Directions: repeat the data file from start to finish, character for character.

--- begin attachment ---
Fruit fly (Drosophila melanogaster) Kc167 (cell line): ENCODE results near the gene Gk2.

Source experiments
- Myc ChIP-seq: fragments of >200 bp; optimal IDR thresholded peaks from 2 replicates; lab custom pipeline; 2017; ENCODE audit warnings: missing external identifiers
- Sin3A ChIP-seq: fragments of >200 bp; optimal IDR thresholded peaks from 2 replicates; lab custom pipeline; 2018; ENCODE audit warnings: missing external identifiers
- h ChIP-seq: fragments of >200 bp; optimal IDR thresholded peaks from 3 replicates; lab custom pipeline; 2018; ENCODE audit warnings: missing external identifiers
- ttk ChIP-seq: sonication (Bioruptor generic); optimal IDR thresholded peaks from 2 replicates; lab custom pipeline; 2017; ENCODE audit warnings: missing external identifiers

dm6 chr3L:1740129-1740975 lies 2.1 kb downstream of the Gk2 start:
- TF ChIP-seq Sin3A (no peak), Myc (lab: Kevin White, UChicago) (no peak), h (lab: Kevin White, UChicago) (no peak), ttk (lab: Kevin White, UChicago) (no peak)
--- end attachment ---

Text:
Fruit fly (Drosophila melanogaster) Kc167 (cell line): ENCODE results near the gene Gk2.

Source experiments
- Myc ChIP-seq: fragments of >200 bp; optimal IDR thresholded peaks from 2 replicates; lab custom pipeline; 2017; ENCODE audit warnings: missing external identifiers
- Sin3A ChIP-seq: fragments of >200 bp; optimal IDR thresholded peaks from 2 replicates; lab custom pipeline; 2018; ENCODE audit warnings: missing external identifiers
- h ChIP-seq: fragments of >200 bp; optimal IDR thresholded peaks from 3 replicates; lab custom pipeline; 2018; ENCODE audit warnings: missing external identifiers
- ttk ChIP-seq: sonication (Bioruptor generic); optimal IDR thresholded peaks from 2 replicates; lab custom pipeline; 2017; ENCODE audit warnings: missing external identifiers

dm6 chr3L:1740129-1740975 lies 2.1 kb downstream of the Gk2 start:
- TF ChIP-seq Sin3A (no peak), Myc (lab: Kevin White, UChicago) (no peak), h (lab: Kevin White, UChicago) (no peak), ttk (lab: Kevin White, UChicago) (no peak)